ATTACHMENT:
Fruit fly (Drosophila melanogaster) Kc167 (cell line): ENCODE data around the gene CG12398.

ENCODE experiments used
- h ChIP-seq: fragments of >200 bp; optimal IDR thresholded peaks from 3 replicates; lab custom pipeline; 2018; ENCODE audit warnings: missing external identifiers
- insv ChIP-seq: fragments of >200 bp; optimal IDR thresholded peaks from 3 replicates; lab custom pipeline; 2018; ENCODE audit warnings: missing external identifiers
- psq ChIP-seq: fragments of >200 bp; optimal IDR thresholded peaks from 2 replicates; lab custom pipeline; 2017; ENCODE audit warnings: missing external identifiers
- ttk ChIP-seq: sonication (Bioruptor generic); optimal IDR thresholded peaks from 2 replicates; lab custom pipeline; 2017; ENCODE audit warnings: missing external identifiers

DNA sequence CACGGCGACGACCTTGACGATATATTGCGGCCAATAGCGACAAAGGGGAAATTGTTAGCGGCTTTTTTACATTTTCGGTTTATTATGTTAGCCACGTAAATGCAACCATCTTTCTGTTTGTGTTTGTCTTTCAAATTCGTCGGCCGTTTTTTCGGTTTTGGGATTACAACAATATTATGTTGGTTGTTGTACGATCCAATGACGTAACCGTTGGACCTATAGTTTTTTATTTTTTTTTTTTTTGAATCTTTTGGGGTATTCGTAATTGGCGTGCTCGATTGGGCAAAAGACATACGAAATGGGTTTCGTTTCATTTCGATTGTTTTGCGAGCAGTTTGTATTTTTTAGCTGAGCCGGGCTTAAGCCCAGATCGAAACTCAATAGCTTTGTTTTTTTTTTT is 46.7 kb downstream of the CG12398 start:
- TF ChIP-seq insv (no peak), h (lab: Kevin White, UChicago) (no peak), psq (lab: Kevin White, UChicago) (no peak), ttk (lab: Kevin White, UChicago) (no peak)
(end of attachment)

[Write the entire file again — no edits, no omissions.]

Fruit fly (Drosophila melanogaster) Kc167 (cell line): ENCODE data around the gene CG12398.

ENCODE experiments used
- h ChIP-seq: fragments of >200 bp; optimal IDR thresholded peaks from 3 replicates; lab custom pipeline; 2018; ENCODE audit warnings: missing external identifiers
- insv ChIP-seq: fragments of >200 bp; optimal IDR thresholded peaks from 3 replicates; lab custom pipeline; 2018; ENCODE audit warnings: missing external identifiers
- psq ChIP-seq: fragments of >200 bp; optimal IDR thresholded peaks from 2 replicates; lab custom pipeline; 2017; ENCODE audit warnings: missing external identifiers
- ttk ChIP-seq: sonication (Bioruptor generic); optimal IDR thresholded peaks from 2 replicates; lab custom pipeline; 2017; ENCODE audit warnings: missing external identifiers

DNA sequence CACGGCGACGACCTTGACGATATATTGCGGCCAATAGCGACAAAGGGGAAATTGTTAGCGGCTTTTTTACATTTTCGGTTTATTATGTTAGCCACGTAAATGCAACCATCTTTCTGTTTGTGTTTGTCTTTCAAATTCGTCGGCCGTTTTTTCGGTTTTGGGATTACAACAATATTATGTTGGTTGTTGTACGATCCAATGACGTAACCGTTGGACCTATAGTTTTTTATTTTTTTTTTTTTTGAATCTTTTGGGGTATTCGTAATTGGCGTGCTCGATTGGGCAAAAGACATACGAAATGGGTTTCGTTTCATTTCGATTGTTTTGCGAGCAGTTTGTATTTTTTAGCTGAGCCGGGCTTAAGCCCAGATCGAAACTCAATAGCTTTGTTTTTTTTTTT is 46.7 kb downstream of the CG12398 start:
- TF ChIP-seq insv (no peak), h (lab: Kevin White, UChicago) (no peak), psq (lab: Kevin White, UChicago) (no peak), ttk (lab: Kevin White, UChicago) (no peak)